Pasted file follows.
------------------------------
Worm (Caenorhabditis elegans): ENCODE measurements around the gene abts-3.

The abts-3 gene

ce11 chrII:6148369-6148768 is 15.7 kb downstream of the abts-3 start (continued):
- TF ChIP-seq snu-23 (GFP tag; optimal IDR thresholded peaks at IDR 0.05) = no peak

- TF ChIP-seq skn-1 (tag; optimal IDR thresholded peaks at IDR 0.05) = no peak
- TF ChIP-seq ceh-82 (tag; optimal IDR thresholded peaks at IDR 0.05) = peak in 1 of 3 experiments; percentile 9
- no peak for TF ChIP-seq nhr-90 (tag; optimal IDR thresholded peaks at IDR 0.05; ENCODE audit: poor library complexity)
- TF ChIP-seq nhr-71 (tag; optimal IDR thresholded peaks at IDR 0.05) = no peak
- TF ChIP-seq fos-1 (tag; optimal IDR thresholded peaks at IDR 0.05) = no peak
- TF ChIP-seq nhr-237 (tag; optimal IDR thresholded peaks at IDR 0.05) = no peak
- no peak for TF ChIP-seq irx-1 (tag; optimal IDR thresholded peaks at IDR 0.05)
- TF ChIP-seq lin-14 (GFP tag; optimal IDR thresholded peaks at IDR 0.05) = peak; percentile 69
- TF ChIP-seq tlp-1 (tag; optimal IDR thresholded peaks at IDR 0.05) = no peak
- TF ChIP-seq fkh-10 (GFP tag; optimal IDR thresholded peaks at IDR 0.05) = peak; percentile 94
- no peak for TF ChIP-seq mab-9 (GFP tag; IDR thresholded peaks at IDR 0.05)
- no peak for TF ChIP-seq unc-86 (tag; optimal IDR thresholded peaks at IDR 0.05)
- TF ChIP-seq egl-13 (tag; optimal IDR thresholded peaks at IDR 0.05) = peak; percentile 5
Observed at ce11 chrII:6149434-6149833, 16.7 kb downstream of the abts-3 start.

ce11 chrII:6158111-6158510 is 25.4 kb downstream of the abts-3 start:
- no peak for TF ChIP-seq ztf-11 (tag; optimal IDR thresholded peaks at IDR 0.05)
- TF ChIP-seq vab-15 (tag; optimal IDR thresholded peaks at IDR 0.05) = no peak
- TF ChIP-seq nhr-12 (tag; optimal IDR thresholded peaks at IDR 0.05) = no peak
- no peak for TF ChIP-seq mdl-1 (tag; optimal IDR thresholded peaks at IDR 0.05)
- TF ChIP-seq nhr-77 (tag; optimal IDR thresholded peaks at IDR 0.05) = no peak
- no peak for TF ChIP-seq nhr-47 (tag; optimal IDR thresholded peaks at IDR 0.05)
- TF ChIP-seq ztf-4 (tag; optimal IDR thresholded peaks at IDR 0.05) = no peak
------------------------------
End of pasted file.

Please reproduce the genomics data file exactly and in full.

Worm (Caenorhabditis elegans): ENCODE measurements around the gene abts-3.

The abts-3 gene

ce11 chrII:6148369-6148768 is 15.7 kb downstream of the abts-3 start (continued):
- TF ChIP-seq snu-23 (GFP tag; optimal IDR thresholded peaks at IDR 0.05) = no peak

- TF ChIP-seq skn-1 (tag; optimal IDR thresholded peaks at IDR 0.05) = no peak
- TF ChIP-seq ceh-82 (tag; optimal IDR thresholded peaks at IDR 0.05) = peak in 1 of 3 experiments; percentile 9
- no peak for TF ChIP-seq nhr-90 (tag; optimal IDR thresholded peaks at IDR 0.05; ENCODE audit: poor library complexity)
- TF ChIP-seq nhr-71 (tag; optimal IDR thresholded peaks at IDR 0.05) = no peak
- TF ChIP-seq fos-1 (tag; optimal IDR thresholded peaks at IDR 0.05) = no peak
- TF ChIP-seq nhr-237 (tag; optimal IDR thresholded peaks at IDR 0.05) = no peak
- no peak for TF ChIP-seq irx-1 (tag; optimal IDR thresholded peaks at IDR 0.05)
- TF ChIP-seq lin-14 (GFP tag; optimal IDR thresholded peaks at IDR 0.05) = peak; percentile 69
- TF ChIP-seq tlp-1 (tag; optimal IDR thresholded peaks at IDR 0.05) = no peak
- TF ChIP-seq fkh-10 (GFP tag; optimal IDR thresholded peaks at IDR 0.05) = peak; percentile 94
- no peak for TF ChIP-seq mab-9 (GFP tag; IDR thresholded peaks at IDR 0.05)
- no peak for TF ChIP-seq unc-86 (tag; optimal IDR thresholded peaks at IDR 0.05)
- TF ChIP-seq egl-13 (tag; optimal IDR thresholded peaks at IDR 0.05) = peak; percentile 5
Observed at ce11 chrII:6149434-6149833, 16.7 kb downstream of the abts-3 start.

ce11 chrII:6158111-6158510 is 25.4 kb downstream of the abts-3 start:
- no peak for TF ChIP-seq ztf-11 (tag; optimal IDR thresholded peaks at IDR 0.05)
- TF ChIP-seq vab-15 (tag; optimal IDR thresholded peaks at IDR 0.05) = no peak
- TF ChIP-seq nhr-12 (tag; optimal IDR thresholded peaks at IDR 0.05) = no peak
- no peak for TF ChIP-seq mdl-1 (tag; optimal IDR thresholded peaks at IDR 0.05)
- TF ChIP-seq nhr-77 (tag; optimal IDR thresholded peaks at IDR 0.05) = no peak
- no peak for TF ChIP-seq nhr-47 (tag; optimal IDR thresholded peaks at IDR 0.05)
- TF ChIP-seq ztf-4 (tag; optimal IDR thresholded peaks at IDR 0.05) = no peak